As February’s Black History Month comes to a close and we gear up for Women’s Herstory Month in March, I am struck by this particular juncture. This moment on our academic calendars illustrates the everyday lives that, we, Black women experience – moving through the world at the intersections of race and gender. Because of this juncture, a Black women’s feminist agenda formed in response to mainstream second wave feminism. In the 1970s, Boston area feminist group, the Combahee River Collective issued a manifesto, which named the interlocking systems of oppression that Black women face.
“The most general statement of our politics at the present time would be that we are actively committed to struggling against racial, sexual, heterosexual, and class oppression, and see as our particular task the development of integrated analysis and practice based upon the fact that the major systems of oppression are interlocking. The synthesis of these oppressions creates the conditions of our lives.”
Legal scholar and critical race theorist, Kimberlé Crenshaw furthered this notion by coining the term intersectionality. This historically academic term can now be seen discussed in the mainstream on MTV. Sociologist Patricia Hill Collins also theorized about this notion of interlocking oppressions in the seminal text, Black Feminist Thought: Knowledge, Consciousness and the Politics of Empowerment. Third Wave Feminists of Color continued to push further for transnational and intersectional feminism as narrated in the 2002 anthology, Colonize This! Young Women of Color on Today’s Feminism. Women of Color feminist projects have persisted in multiple forms and have advanced with the advent of social media. New media technologies like Twitter, Facebook, and Instagram memes allow women of color histories and present day narratives to be captured.
Earlier this month the Anna Julia Cooper Center at Wake Forest University published an exciting women of color feminist project – A Seat at the Table, a crowdsourced syllabus under the curatorial direction of scholar and journalist, Melissa Harris-Perry and Candice Benbow. Benbow, doctoral student at Princeton Theological Seminary and lecturer in Women’s and Gender Studies at Rutgers University, is the genius behind the Lemonade Syllabus along with several Black feminist scholars who contributed to its creation in May 2016. Both reading lists use the 2016 albums by the Knowles sisters, Beyoncé and Solange, to spark a conversation about Black women’s experiences and contributions. Syllabi projects existed before and have continued since these including ones focused on Ferguson, Black Disabled Women and more recently, Trump. In the spirit of celebrating learning and connecting to moments in popular culture, the Elma Lewis Center for Civic Engagement, Learning, & Research at Emerson College has created our own, the Hidden Figures Syllabus Project.Our syllabus project is inspired by our predecessors and by the recent film adaptation of the non-fiction book by Margot Lee Shetterly, Hidden Figures, about three Black women mathematicians who were instrumental in NASA’s early operations. The film won the 2017 Screen Actor Guild Award for Outstanding Performance by a Cast in a Motion Picture and was nominated for three Academy Awards. While the film is noteworthy and rich for deeper analysis, I am most struck by the film’s title. The concept of a hidden figure is compelling because it is an opportunity to uncover the histories of individuals who have been obscured by history. Yet the same time, I can’t help asking: hidden to whom?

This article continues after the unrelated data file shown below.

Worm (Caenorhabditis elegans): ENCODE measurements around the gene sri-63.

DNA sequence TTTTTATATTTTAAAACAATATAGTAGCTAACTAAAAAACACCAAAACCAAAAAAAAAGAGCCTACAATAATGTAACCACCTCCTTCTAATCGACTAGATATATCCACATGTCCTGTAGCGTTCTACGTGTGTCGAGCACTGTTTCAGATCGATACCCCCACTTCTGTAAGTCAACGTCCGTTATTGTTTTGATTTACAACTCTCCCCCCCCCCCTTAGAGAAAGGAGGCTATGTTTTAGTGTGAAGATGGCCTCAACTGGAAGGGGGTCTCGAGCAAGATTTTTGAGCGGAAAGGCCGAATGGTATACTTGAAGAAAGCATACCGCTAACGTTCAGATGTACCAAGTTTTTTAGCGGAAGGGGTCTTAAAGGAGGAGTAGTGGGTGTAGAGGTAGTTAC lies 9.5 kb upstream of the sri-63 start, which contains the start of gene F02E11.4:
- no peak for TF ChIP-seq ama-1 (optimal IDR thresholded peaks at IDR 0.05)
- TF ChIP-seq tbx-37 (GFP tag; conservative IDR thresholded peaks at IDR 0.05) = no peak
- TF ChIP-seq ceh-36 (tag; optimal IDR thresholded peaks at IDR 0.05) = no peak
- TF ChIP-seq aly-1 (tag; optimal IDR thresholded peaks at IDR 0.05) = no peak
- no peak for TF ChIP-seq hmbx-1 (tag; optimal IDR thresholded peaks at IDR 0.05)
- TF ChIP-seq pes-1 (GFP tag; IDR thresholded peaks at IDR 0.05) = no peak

In her acceptance speech last night at the Oscars, Viola Davis, said something that resonated with me and this syllabus project. She remarked,
“People ask me all the time, what kind of stories do you want to tell, Viola? And I say, exhume those bodies. Exhume those stories. The stories of the people who dreamed big and never saw those dreams to fruition… So, here’s to August Wilson, who exhumed and exalted the ordinary people.”
In the spirit of exhuming stories, I invite you to participate in the Elma Lewis Center’s syllabus project. Today, we officially launch the Hidden Figures Syllabus Project to recognize and celebrate powerful Black women from across the African diaspora, whose work is often erased from history. This project is inspired by The New York Times Best-Sellers book and Oscar nominated film, Hidden Figures. The syllabus will consist of a list of texts, films and audio materials by and about Black women and their incredible contributions. We will then compile all the resources as a single document that we can share widely on social media and amongst our networks, in a similar fashion to other syllabus projects before us. Follow us on Facebook and Twitter with our hashtags #ElmaTaughtUs and #HiddenFiguresSyllabus to keep up with the project and visit the submissions page to contribute!
Judy Pryor-Ramirez is the Elma Lewis Scholar-in-Residence at the Elma Lewis Center for Civic Engagement, Learning, & Research. She is the co-author of Voices of Mixed Heritage, a digital curriculum for teachers about race, cultural hybridity and mixed race heritage. Follow her on tweets about #BlackGirlMagic and other musings at @JPryorRamirez.
(Image of Dorothy Vaughan, Katherine Johnson and Mary Jackson: NASA/Donaldson Collection/Smith Collection/Gado/Getty Images via HowStuffWorks)
(Image of Hidden Figures cast courtesy of Hopper Stone for 20th Century Fox, 2016)